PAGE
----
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The greatest nightmare an obstetrician is likely to face is shoulder dystocia. At an otherwise normal delivery, just after the baby's head has emerged, the neck suddenly retracts back against the mother's perineum causing the baby's cheeks to puff out. The experienced obstetrician knows at this point that the baby's anterior shoulder is caught on the mother's pubic bone and that if he or she is unable to free up the shoulder within a few minutes the baby will suffer irreversible brain damage or death.
Shoulder dystocia occurs in approximately 0.5%-1.5% of all deliveries. Given that there are roughly 3 million babies born vaginally each year in the United States, this delivery complication will be experienced by roughly 15,000-45,000 women a year. The larger the baby, the more likely it is to occur. However, even with very large babies shoulder dystocia occurs only occasionally and sporadically. Therefore a physician never knows when it will be encountered.
The most common serious complication following a shoulder dystocia delivery is brachial plexus injury. This is when the nerves in a baby's neck--the brachial plexus--are temporarily or permanently damaged. The nerves of the brachial plexus control the function of the arm and hand. Injury to the upper part of the brachial plexus is called Erb palsy while injury to the lower nerves of the plexus is called Klumpke palsy. Both can cause significant, lifelong disability.
Because of the gravity and unexpectedness of shoulder dystocia it has long been a major area of obstetrical concern. Yet despite the hundreds of published studies about shoulder dystocia there are still multiple, important recurrent questions: Is shoulder dystocia predictable? Can it be prevented? Is there anything that can be done when it does occur to deliver the baby without brachial plexus nerve damage? If there is an injury, was it caused by mismanagement on the part of the clinician or was it an inevitable consequence of the shoulder dystocia?
The interest obstetricians have in these questions has been heightened in the last two decades by the increasing influence of medical-legal issues on the practice of medicine. As regards shoulder dystocia, it is frequently the case that when a brachial plexus injury occurs, an obstetrician will be charged with negligence. Such claims are now so frequent that law suits related to shoulder dystocia deliveries constitute the second largest category of indemnity payments in obstetrics, exceeded only by birth asphyxia. In their defense, physicians contend that shoulder dystocia is a totally unpredictable event and that even with perfect management brachial plexus injuries will occur. Where does the truth lie?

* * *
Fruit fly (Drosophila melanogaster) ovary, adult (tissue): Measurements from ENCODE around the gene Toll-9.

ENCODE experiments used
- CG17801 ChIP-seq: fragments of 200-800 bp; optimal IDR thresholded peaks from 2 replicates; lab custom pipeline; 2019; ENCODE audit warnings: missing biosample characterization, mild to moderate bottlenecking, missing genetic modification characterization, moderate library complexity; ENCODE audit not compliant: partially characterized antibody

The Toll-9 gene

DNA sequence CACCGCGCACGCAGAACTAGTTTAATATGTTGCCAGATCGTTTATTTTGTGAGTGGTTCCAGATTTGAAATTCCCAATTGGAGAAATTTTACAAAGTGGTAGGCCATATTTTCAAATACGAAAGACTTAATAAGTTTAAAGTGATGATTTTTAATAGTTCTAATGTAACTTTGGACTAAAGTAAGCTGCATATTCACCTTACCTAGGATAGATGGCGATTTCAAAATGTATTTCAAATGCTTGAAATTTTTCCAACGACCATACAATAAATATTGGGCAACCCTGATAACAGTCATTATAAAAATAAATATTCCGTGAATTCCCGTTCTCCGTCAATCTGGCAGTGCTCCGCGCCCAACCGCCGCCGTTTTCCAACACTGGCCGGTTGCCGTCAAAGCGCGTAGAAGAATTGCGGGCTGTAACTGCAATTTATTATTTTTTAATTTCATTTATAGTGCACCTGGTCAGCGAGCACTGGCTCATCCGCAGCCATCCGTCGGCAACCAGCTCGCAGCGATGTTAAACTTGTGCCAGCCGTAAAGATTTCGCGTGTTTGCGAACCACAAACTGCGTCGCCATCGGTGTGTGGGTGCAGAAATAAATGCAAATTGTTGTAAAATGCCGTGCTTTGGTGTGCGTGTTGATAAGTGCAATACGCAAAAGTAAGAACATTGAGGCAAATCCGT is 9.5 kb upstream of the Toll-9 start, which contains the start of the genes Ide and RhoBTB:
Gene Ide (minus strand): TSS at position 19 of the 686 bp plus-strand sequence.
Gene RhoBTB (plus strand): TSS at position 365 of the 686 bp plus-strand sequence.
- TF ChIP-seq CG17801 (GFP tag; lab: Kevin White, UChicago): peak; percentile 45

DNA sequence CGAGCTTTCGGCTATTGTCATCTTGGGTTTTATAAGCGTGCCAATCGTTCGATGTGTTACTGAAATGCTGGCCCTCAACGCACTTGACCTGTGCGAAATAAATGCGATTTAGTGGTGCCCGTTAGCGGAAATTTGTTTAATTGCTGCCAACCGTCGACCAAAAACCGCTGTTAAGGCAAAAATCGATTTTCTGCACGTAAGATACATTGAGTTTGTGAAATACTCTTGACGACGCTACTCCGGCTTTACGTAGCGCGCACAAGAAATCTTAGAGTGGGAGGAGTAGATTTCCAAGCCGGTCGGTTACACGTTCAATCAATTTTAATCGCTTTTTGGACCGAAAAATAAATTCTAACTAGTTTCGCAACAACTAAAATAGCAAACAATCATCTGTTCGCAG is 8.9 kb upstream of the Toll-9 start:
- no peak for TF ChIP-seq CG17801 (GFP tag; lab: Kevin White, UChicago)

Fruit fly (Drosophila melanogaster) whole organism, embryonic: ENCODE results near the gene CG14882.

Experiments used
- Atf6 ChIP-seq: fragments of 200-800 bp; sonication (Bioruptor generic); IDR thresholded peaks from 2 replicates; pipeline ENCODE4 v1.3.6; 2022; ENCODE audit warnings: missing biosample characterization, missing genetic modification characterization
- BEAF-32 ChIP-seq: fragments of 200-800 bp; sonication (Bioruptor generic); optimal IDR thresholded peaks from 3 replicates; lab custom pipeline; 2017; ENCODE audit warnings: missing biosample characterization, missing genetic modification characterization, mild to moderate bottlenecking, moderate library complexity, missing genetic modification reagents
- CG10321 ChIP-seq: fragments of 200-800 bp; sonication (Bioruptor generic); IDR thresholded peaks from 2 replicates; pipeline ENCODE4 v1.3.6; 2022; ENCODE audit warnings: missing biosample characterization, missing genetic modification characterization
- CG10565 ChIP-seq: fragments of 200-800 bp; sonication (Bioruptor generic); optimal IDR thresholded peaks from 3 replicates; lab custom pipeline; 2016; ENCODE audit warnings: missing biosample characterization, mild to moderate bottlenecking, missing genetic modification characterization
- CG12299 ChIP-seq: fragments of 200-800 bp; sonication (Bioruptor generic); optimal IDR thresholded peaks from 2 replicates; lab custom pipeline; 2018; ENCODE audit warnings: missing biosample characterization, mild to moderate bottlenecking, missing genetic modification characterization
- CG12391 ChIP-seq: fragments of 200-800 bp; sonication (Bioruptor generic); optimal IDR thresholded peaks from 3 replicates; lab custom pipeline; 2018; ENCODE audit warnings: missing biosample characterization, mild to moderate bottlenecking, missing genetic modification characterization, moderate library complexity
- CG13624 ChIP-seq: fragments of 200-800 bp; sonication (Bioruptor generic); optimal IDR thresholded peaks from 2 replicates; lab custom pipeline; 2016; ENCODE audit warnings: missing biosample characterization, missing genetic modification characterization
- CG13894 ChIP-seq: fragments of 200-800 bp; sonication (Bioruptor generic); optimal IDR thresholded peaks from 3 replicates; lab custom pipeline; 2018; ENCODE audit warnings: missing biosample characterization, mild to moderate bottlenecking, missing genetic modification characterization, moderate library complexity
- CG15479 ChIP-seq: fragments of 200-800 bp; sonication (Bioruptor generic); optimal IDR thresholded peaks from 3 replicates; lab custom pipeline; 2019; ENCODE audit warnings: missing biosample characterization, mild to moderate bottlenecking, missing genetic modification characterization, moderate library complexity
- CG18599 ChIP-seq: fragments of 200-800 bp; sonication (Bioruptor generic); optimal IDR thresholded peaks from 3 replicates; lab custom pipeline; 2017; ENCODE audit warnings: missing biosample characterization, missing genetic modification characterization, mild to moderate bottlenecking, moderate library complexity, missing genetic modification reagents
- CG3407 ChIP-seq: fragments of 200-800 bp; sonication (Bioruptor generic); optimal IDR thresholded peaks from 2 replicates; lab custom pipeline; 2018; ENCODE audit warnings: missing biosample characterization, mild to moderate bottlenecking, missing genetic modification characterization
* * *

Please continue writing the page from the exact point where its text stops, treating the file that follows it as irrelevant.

This web site represents an attempt to answer this and other questions about shoulder dystocia. By having thoroughly reviewed the published literature on shoulder dystocia and brachial plexus injury from 1965 to the present, it has been possible to frame comprehensive and consistent answers to the major questions that bedevil this area of obstetrics. It is the hope of the author that the information presented here about the cause, preventability, and culpability for shoulder dystocia and brachial plexus injuries will (1) aid in improving the care given to women and their babies and (2) will help to fairly adjudicate responsibility in medical liability cases in which a baby has been injured during a shoulder dystocia delivery.
Imortant new document
A recent report by the American College of Obstetricians and Gynecologist (2014) entitled Neonatal Brachial Plexus Palsy, written by a panel of the leading experts on shoulder dystocia and brachial plexus palsy from across the country, has added much specific information and informed opinion to the discussion of shoulder dystocia and brachial plexus palsy. This document can be ordered at acog.org.
2017 Henry Lerner